If there is any leader who has stood up against Chinese authoritarianism without being sucked into a direct geo-political conflict by Beijing, it has to be Australia’s Prime Minister Scott Morrison. From Hong Kong to Taiwan, and the Wuhan lab investigation to China’s invasive political character, Australia has fought the ideological battle for a better democratic world without having any direct interests to achieve.
Within Australia, there are several “experts” who have remained critical of Scott Morrison’s confrontational China policy. They say Australia is one of the few countries to share a trade surplus with China. As such, the Australian economy is perilously dependent on exports to China, while the Australian Universities are dependent on Chinese students and therefore must not antagonise the Dragon.
But Scott Morrison had started a real ideological battle with the Chinese Communist Party rule in Beijing. Apart from the United States, it was Australia which first criticised the Chinese wet markets and even called for an international investigation into the Wuhan Institute of Virology. Today, it is largely believed that the COVID-19 outbreak is originated from the Wuhan Institute of Virology.
From the very beginning, Australia was clear in its approach- it wanted to hold China accountable under Canberra’s democratic values. While Scott Morrison faced umpteen risks of an internal sabotage within Australia, the Australian government seems to understand the dangers of overdependence on a single trade partner, especially when that trade partner happens to be China. China can harm Australia ideologically and strategically.
Australia also has its strategic ambitions to achieve in the Indo-Pacific region. In the South China Sea, it is in Australia’s interests to ensure Freedom of Navigation, because if Beijing manages to reduce the strategic waterways into its lake, then it would gain an upper hand when it comes to blocking off Australia’s trade routes.
Therefore, the Australian Navy has also teamed up with the US Navy in the South China Sea in face of Chinese belligerence in the disputed waters. Canberra has also inked a logistics-sharing pact with its Quad partner, India. Between China and Quad, Australia has naturally chosen the latter. This is crucial if Canberra wants to become a Great Power, otherwise, its vulnerable position won’t take it anywhere.
It is not as if China hasn’t tried to scare Australia. China tried punishing Australia and imposed tariffs on Australian Barley and banned the import of meat from four Australian abattoirs. Chinese State media went overboard and the CCP mouthpiece, Global Times even stated, “It (Australia) is a bit like chewing gum stuck on the sole of China’s shoes. Sometimes you have to find a stone to rub it off.”
However, Morrison stayed firm. He declared, “We are an open-trading nation, mate, but I’m never going to trade our values in response to coercion from wherever it comes.”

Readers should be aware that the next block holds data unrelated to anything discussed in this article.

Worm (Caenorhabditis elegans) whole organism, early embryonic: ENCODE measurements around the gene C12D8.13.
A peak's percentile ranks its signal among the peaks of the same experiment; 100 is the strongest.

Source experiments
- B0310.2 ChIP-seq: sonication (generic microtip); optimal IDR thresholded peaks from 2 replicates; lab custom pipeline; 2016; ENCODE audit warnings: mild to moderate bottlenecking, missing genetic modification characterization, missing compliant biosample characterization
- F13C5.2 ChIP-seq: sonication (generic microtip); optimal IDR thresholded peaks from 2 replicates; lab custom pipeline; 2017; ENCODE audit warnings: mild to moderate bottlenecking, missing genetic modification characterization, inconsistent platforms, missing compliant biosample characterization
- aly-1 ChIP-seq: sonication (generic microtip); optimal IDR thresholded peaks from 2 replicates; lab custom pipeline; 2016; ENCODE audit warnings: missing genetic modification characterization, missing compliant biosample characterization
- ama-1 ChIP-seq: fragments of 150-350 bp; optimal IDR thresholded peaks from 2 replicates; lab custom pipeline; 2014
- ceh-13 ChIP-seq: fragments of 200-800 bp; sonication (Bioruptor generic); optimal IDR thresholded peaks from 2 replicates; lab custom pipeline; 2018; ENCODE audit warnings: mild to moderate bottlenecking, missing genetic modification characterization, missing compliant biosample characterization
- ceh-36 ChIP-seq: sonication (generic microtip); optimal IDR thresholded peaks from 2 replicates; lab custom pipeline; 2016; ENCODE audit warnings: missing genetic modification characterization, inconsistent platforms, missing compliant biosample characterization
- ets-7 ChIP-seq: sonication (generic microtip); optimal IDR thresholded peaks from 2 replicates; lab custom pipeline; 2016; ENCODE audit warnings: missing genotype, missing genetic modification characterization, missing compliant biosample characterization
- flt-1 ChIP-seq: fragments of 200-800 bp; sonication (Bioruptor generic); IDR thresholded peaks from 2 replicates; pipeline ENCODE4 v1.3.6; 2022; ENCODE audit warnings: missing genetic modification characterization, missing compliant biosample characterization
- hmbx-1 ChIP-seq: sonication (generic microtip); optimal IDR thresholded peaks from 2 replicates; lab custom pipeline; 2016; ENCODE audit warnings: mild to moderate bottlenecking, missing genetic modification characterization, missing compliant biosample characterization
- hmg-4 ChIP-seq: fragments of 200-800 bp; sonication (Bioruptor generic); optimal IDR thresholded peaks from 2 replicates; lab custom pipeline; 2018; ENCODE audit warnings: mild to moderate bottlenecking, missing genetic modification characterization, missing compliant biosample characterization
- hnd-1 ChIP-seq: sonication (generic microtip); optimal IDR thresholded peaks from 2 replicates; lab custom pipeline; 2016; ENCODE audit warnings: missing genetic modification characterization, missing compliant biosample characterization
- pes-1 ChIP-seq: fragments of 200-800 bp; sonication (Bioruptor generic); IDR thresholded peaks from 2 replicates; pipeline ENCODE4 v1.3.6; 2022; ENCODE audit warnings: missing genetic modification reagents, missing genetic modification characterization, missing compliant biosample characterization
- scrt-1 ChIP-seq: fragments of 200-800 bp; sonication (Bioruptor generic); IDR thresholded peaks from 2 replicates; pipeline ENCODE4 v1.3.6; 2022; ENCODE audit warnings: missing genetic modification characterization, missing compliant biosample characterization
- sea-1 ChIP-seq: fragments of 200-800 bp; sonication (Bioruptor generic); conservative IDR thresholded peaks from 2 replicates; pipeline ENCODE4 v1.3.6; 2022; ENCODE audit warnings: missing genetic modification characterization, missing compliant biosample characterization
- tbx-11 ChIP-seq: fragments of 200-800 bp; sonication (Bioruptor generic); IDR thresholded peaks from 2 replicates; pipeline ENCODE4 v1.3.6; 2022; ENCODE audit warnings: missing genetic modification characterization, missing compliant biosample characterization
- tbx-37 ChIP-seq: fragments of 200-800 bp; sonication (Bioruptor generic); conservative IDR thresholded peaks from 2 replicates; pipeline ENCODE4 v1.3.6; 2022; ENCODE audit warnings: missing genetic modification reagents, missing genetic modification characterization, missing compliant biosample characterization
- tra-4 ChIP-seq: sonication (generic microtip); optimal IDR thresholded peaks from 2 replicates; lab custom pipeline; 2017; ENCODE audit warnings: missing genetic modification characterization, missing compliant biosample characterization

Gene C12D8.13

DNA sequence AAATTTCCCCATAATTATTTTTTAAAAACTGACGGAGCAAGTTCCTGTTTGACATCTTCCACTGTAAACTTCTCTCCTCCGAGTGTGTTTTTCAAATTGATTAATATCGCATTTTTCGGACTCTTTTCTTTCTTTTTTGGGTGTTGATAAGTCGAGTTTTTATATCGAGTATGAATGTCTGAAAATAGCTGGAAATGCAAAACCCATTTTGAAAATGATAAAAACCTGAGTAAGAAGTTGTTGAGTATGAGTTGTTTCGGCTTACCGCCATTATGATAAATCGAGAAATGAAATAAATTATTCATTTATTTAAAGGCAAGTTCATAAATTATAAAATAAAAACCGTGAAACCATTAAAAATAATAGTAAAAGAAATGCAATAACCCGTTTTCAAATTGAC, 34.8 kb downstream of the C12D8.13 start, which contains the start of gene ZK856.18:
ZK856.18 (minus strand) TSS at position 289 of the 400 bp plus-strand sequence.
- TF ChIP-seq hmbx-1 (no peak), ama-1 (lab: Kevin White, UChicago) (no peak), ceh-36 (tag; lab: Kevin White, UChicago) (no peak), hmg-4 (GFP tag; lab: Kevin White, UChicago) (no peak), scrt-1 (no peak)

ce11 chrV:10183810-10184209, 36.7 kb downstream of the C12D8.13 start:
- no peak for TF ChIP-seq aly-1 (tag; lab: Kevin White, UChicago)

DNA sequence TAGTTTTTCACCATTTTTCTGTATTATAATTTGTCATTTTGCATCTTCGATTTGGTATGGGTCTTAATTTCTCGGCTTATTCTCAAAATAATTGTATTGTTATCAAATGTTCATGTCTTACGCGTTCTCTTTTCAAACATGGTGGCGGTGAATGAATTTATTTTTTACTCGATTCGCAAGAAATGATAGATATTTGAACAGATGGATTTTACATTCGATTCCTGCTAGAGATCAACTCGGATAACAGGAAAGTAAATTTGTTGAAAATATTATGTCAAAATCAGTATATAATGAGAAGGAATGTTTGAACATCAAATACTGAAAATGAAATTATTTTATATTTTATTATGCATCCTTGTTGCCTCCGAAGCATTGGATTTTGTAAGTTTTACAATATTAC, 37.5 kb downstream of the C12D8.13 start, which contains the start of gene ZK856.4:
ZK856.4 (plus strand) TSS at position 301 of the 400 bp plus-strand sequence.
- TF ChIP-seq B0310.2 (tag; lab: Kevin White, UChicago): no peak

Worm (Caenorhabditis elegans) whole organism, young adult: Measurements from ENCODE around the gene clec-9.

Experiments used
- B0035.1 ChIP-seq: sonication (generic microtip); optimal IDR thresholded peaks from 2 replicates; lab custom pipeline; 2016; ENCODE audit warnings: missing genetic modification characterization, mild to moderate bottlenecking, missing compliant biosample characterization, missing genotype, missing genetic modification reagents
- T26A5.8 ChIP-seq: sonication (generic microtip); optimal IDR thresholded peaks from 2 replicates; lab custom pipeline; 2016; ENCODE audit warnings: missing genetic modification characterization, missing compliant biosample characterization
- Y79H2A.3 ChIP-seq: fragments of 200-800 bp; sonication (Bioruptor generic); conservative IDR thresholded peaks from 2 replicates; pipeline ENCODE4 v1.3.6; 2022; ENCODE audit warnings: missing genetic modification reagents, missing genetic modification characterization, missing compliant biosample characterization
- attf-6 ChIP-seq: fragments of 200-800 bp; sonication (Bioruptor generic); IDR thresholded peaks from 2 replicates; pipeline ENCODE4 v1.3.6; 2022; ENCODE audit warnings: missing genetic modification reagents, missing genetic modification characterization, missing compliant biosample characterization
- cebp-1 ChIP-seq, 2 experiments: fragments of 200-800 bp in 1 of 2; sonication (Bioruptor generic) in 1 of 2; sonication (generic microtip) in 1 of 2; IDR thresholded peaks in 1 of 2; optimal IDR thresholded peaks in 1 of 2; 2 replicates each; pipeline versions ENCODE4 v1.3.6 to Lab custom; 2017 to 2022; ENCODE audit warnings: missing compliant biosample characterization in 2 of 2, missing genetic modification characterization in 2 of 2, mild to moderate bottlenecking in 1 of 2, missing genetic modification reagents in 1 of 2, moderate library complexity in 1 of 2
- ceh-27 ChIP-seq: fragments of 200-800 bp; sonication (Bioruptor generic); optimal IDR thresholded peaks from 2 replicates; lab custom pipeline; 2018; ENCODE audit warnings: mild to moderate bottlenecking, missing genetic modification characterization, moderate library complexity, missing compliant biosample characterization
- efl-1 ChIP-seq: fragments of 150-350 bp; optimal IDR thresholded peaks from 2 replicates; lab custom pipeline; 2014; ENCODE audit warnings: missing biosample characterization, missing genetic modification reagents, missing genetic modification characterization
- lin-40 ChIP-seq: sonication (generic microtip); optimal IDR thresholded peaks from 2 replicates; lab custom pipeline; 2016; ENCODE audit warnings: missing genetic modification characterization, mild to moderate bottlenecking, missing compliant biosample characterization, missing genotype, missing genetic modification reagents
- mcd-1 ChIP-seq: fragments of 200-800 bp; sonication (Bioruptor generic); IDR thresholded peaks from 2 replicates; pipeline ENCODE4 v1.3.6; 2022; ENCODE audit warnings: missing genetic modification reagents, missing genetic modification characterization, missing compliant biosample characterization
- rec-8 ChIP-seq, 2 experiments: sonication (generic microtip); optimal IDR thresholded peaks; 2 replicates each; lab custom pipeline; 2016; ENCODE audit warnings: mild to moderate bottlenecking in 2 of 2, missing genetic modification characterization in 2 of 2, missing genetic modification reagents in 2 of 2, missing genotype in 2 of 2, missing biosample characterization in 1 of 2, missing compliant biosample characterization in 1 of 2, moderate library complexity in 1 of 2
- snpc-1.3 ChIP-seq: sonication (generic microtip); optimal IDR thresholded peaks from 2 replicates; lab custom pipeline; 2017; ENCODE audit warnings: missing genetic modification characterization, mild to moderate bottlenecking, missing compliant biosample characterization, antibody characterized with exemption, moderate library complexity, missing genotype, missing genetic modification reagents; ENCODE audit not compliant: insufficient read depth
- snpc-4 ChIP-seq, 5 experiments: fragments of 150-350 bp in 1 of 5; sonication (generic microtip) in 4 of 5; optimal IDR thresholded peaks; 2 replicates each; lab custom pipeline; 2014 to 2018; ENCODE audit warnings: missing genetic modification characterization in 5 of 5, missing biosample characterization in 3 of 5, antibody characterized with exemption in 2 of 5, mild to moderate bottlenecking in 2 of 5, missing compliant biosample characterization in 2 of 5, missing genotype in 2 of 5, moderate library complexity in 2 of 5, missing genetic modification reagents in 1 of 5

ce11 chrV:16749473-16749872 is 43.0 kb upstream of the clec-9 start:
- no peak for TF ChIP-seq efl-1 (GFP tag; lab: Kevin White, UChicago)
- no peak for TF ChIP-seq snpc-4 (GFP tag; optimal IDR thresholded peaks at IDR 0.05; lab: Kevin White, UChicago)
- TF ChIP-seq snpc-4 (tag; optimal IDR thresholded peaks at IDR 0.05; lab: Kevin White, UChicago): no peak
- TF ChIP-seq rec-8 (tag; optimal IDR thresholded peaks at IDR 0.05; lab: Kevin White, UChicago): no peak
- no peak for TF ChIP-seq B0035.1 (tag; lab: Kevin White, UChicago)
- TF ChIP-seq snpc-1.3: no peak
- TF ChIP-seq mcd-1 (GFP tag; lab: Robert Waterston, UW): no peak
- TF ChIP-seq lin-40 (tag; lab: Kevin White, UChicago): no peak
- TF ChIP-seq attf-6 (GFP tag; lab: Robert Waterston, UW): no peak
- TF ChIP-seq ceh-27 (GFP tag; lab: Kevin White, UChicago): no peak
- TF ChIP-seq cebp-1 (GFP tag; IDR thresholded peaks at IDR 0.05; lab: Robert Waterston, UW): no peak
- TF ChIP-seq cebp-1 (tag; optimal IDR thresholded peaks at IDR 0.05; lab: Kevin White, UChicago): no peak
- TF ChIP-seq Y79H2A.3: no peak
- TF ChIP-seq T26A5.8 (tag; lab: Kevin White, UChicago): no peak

Morrison, therefore, continued his ideological onslaught against China. Australia had even proposed a draft proposal to be placed before the WHO, demanding an independent inquiry into the Chinese virus. However, the EU had watered down the proposal to erase any reference to China.
On other fronts also, Australia has acted tough on China. Canberra opened its doors for Hong Kong after China brutally enforced the draconian National Security Law in the former British colony. Australia also revoked its extradition treaty with Hong Kong. In point of fact, Australia has also batted for Taiwan’s WHO membership.
It is also not lost on Morrison that China is trying to tighten its grips on Australian universities, institutions and companies. Chinese student groups have been a strong influence on University campuses in Australia.
Last year, there were reports of pro-mainland China students clashing with pro-Hong Kong protesters in the campuses. These Chinese nationals in Australia have the backing of the Communist Party of China (CCP), and China’s Foreign Ministry has explicitly backed these Chinese students running amok in Australia and violently censoring pro-Hong Kong voices down under.
Moreover, there are voices within Australia’s Labour Party that still vouch for “not offending the Chinese”. China’s invasion into Australia’s political system has created disasters like the Darwin port and a 107 billion dollars infrastructure project in Victoria.
Latest revelations have also shed the light on the level of Chinese investment in Australia’s strategic sectors. According to a Daily Mail report, China has reportedly become the single biggest foreign owner of Australian water. The CCP led Chinese authoritarian regime now owns 756GL of water after a three per cent boost of its share in 2018-19 to be well ahead of previous joint leader the US (713GL), followed by the UK (394GL).
Water is a strategic commodity. And with such a tight grip on Australia’s water resources, China can rob the Australian farmers of the most important commodity in the agricultural sector. Then Chinese State control over Australia’s power grid has also become a major issue in Australia. The Chinese involvement in Australia’s power sector has created fears of remote sabotage and some experts have cast aspersions that the imported Chinese transformers could put the power grid under threat of attack.
Morrison clearly understands that China is hijacking Australian institutions because China wants to replicate its authoritative model down under. Beijing has successfully penetrated the Australian system at several levels. This is not in line with Canberra’s big power ambitions. Morrison has therefore refused to get weighed down by the economic baggage of a trade surplus with China. He is fighting for his country’s democratic values and he isn’t letting Australia down.